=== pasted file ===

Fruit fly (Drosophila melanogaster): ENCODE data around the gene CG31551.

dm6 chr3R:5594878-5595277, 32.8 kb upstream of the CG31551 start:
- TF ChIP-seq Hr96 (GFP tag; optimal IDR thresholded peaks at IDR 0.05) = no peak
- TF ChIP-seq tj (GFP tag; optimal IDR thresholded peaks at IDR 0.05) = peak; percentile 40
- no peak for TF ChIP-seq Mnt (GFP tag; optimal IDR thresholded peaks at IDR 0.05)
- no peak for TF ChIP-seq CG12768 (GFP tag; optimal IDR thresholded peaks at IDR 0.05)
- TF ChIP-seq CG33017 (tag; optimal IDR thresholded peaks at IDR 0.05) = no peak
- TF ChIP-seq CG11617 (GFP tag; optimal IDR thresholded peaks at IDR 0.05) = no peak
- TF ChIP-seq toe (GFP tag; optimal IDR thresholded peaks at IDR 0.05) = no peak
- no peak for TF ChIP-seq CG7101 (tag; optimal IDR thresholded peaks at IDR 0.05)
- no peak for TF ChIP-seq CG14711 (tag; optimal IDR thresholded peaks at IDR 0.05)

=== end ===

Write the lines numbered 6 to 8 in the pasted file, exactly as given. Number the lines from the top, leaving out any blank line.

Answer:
- no peak for TF ChIP-seq CG12768 (GFP tag; optimal IDR thresholded peaks at IDR 0.05)
- TF ChIP-seq CG33017 (tag; optimal IDR thresholded peaks at IDR 0.05) = no peak
- TF ChIP-seq CG11617 (GFP tag; optimal IDR thresholded peaks at IDR 0.05) = no peak